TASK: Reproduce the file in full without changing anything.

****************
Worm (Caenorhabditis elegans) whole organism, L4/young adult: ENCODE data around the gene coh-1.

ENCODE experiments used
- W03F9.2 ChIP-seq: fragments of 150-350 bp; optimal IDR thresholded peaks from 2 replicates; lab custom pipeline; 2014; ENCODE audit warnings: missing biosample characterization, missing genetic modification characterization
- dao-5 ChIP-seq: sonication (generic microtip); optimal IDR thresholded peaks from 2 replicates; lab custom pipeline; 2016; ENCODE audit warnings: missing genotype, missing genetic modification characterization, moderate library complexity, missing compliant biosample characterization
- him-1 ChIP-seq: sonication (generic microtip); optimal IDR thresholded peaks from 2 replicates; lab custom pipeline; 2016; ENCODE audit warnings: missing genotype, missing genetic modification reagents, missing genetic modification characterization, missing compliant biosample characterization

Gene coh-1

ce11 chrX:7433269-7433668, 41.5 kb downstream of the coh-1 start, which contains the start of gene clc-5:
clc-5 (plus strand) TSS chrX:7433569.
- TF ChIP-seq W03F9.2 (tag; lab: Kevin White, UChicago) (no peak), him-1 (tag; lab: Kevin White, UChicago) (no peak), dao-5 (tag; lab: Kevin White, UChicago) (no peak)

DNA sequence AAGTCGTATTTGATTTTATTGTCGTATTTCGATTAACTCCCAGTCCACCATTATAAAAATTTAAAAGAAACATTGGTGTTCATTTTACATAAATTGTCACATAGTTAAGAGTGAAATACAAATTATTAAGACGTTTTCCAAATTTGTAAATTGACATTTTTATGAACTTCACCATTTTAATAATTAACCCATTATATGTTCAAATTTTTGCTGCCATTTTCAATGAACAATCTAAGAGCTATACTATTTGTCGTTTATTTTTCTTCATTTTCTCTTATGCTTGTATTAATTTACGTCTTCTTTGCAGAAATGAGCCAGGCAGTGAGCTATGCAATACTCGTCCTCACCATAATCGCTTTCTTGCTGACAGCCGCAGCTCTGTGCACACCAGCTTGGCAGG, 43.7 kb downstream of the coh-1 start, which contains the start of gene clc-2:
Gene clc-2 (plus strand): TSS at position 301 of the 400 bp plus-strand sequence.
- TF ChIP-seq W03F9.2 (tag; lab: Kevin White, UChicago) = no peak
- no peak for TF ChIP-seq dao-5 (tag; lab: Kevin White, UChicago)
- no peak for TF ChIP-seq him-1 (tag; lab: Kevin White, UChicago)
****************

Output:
Worm (Caenorhabditis elegans) whole organism, L4/young adult: ENCODE data around the gene coh-1.

ENCODE experiments used
- W03F9.2 ChIP-seq: fragments of 150-350 bp; optimal IDR thresholded peaks from 2 replicates; lab custom pipeline; 2014; ENCODE audit warnings: missing biosample characterization, missing genetic modification characterization
- dao-5 ChIP-seq: sonication (generic microtip); optimal IDR thresholded peaks from 2 replicates; lab custom pipeline; 2016; ENCODE audit warnings: missing genotype, missing genetic modification characterization, moderate library complexity, missing compliant biosample characterization
- him-1 ChIP-seq: sonication (generic microtip); optimal IDR thresholded peaks from 2 replicates; lab custom pipeline; 2016; ENCODE audit warnings: missing genotype, missing genetic modification reagents, missing genetic modification characterization, missing compliant biosample characterization

Gene coh-1

ce11 chrX:7433269-7433668, 41.5 kb downstream of the coh-1 start, which contains the start of gene clc-5:
clc-5 (plus strand) TSS chrX:7433569.
- TF ChIP-seq W03F9.2 (tag; lab: Kevin White, UChicago) (no peak), him-1 (tag; lab: Kevin White, UChicago) (no peak), dao-5 (tag; lab: Kevin White, UChicago) (no peak)

DNA sequence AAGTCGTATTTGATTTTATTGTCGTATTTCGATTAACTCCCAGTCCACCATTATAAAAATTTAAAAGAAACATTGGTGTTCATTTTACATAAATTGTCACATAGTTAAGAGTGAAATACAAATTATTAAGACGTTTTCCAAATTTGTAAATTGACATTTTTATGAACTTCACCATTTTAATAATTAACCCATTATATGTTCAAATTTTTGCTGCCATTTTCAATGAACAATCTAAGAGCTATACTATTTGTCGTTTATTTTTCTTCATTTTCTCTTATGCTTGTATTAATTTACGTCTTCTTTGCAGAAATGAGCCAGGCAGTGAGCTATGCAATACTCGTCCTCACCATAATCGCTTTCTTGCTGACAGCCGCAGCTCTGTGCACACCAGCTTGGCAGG, 43.7 kb downstream of the coh-1 start, which contains the start of gene clc-2:
Gene clc-2 (plus strand): TSS at position 301 of the 400 bp plus-strand sequence.
- TF ChIP-seq W03F9.2 (tag; lab: Kevin White, UChicago) = no peak
- no peak for TF ChIP-seq dao-5 (tag; lab: Kevin White, UChicago)
- no peak for TF ChIP-seq him-1 (tag; lab: Kevin White, UChicago)